CERN: LHC Data Confirms Particle is "God Particle", But the Devil is in the Details
March 14, 2013 1:40 PM
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The LHC is the single most expensive piece of scientific equipment in the history of mankind.
Scientists are still grappling with whether Standard Model of particle physics still applies
It took the construction of the
most expensive piece of laboratory equipment
in the history of mankind (with a sticker price of $10B USD), but last July the
European Organization for Nuclear Research
(CERN) reported that it was 99.99997% sure that it had found the Higgs boson -- an incredibly elusive yet critical subatomic particle that creative members of the media dubbed "the God Particle".
I. After Analyzing More Data, CERN is More Certain it Saw a Higgs Boson
The results from
the Large Hadron Collider
(LHC) validated an earlier
99.8 percent (roughly 3σ) sure
spotting by the
U.S. Department of Energy
Now researchers have
the certainty even higher. Researchers with CERN have combed through two and a half times more data since last July, examining the results from the
. Among the things measured were the interactions between the particles created, the parity of the created particles, and their spin.
The Higgs boson in most models is expected to have no spin. Likewise, the new mystery particle observed in
record 7 TeV and 8 TeV proton collisions
had no spin. CMS spokesperson Joe Incandela comments, "The preliminary results with the full 2012 data set are magnificent and to me it is clear that we are dealing with a Higgs boson though we still have a long way to go to know what kind of Higgs boson it is."
As Mr. Incadela suggests, the bigger question was whether this was the Higgs boson predicted by the prevailing theory of particle physics -- the Standard Model -- or whether the evidence pointed to an alternate theory. As they say, the devil is in the details.
II. But What Kind?
When it came to the "God particle" those details point to the Standard Model being correct. The Standard Model predicts a positive parity, and likewise the detectors indicated the mystery particle to have a positive parity.
Comments ATLAS spokesperson Dave Charlton, "The beautiful new results represent a huge effort by many dedicated people. They point to the new particle having the spin-parity of a Higgs boson as in the Standard Model. We are now well started on the measurement programme in the Higgs sector."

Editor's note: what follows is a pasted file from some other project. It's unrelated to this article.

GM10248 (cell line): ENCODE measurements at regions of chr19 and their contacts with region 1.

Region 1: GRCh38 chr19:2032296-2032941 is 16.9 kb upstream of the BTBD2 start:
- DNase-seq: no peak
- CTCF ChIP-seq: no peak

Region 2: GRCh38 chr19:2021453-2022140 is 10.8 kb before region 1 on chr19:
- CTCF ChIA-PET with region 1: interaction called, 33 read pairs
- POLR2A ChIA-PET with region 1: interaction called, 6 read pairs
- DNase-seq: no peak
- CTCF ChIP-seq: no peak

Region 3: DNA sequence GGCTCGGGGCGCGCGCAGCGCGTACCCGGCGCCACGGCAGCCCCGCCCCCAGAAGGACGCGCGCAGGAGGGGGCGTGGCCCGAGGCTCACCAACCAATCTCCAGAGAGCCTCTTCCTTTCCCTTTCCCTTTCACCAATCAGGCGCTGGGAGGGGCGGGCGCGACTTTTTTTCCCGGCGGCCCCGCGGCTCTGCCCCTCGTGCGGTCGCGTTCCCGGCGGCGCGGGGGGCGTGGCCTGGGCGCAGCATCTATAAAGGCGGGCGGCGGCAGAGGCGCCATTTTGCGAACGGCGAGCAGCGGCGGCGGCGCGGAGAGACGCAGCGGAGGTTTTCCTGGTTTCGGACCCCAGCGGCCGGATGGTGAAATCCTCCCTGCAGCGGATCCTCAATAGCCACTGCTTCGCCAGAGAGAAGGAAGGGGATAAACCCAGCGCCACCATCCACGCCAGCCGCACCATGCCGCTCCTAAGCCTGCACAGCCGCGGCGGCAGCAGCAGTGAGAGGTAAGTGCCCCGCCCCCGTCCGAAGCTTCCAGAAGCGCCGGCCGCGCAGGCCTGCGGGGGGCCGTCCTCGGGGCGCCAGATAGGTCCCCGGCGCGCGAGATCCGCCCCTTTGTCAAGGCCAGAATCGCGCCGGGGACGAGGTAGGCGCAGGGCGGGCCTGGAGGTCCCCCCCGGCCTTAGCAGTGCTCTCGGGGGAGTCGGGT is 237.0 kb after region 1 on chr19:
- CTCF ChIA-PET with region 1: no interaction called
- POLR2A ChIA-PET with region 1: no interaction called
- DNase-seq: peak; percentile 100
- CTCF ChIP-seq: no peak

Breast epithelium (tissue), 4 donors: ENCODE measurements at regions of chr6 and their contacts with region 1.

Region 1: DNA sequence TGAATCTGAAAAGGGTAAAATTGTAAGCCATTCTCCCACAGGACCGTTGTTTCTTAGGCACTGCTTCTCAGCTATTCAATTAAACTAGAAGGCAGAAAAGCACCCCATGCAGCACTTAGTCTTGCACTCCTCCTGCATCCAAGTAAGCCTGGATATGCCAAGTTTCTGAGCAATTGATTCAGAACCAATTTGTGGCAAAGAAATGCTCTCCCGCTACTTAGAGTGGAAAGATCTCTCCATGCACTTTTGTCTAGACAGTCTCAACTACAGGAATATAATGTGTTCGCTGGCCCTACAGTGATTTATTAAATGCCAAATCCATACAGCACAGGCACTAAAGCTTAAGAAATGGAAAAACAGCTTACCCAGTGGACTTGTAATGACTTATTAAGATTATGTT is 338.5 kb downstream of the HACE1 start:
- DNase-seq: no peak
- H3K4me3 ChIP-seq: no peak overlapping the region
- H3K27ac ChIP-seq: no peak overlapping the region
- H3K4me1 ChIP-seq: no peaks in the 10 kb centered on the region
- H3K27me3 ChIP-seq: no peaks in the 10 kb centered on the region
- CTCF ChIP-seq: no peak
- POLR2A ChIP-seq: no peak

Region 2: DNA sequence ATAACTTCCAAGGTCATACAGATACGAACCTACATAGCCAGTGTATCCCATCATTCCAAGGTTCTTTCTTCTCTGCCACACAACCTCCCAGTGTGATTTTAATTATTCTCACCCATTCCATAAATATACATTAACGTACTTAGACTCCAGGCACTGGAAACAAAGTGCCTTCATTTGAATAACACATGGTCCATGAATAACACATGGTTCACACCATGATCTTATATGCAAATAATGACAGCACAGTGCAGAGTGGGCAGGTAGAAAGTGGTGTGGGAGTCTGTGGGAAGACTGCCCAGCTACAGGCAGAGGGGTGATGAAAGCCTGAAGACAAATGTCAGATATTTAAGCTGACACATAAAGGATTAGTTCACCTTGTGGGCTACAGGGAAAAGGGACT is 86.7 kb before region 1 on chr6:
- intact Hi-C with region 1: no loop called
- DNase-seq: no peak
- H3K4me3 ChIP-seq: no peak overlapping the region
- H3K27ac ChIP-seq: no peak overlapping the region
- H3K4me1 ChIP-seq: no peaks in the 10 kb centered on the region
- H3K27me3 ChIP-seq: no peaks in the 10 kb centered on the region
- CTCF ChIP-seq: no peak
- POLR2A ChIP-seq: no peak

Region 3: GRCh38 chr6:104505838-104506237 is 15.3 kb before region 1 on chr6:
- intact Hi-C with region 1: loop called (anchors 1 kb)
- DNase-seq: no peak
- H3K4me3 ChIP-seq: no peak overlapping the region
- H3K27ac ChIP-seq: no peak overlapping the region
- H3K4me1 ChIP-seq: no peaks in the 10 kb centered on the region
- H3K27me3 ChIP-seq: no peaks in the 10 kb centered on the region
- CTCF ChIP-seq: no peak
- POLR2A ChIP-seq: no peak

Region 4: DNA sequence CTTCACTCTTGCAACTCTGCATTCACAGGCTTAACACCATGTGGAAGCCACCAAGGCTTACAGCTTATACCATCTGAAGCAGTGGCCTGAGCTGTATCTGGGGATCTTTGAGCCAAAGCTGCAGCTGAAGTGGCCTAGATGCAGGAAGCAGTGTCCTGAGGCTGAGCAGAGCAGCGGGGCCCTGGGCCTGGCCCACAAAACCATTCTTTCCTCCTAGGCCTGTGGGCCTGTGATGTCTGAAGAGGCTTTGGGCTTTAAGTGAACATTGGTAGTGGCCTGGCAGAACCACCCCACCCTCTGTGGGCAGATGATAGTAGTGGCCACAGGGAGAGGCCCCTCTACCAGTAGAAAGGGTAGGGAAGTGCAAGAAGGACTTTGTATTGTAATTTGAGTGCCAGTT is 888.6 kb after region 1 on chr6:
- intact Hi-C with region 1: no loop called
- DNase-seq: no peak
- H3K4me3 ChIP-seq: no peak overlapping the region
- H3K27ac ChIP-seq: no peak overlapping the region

A CMS detector view of a Higgs boson creation from a 8 TeV collision. [Image Source: CERN]
In a sense, there's no right or wrong answer when it comes to the identity of the Higgs boson -- only the quest for the truth. The LHC has previously provided evidence that
some aspects of supersymmetry theory are flawed
and need to be reworked. By contrast the Higgs boson parity results appear to confirm the prevalent theory.
An ATLAS detector view of a Higgs boson creation from a 8 TeV collision.
[Image Source: CERN]
With the parity certain, the last piece of evidence that researchers need to determine that it's the Standard Model Higgs boson is to make sure its observed decays match those predicted by the Standard Model. To do that, the researchers will have to log more high power tests with the LHC. The Higgs boson is only created once every trillion (10
) proton-proton collisions, or so. As it can presumably decay in many ways, scientists will need to create more Higgs boson and observe their decays in order to fully verify that the Standard Model holds true.
Finding the Higgs boson is a major step on the road to discovering the secrets of the universe.
[Image Source: NASA]
For now researchers are very sure they found the Higgs boson, but only "pretty sure" that the critical Standard Model theory is correct.
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RE: we'll talk again in a few years
3/17/2013 5:37:17 AM
You know what I find funny? You are basically describing pure science as a high risk possibility of losing money for an unknown (yet still potentially high) tradeoff. Practical, or rather applied, science on the other hand is cheaper, but the gains are more incremental. Now here's the funny part. Comparing most business models of US and European businesses, the US usually employs high risk-high reward innovation strategies. European businesses on the other hand usually go for the more incremental strategies of product improvement/innovation. To me this doesn't add up. Reversed approach in business/science.
It's such a shame though because humanity's big projects require big investments, which can only be done through coordination of a large amount of the worlds resources. The US used to lead here (yeah, I said it.. used to). Let's put a man on the moon in 10 years and then just do it. Where did that mentality go?
"People Don't Respect Confidentiality in This Industry" -- Sony Computer Entertainment of America President and CEO Jack Tretton
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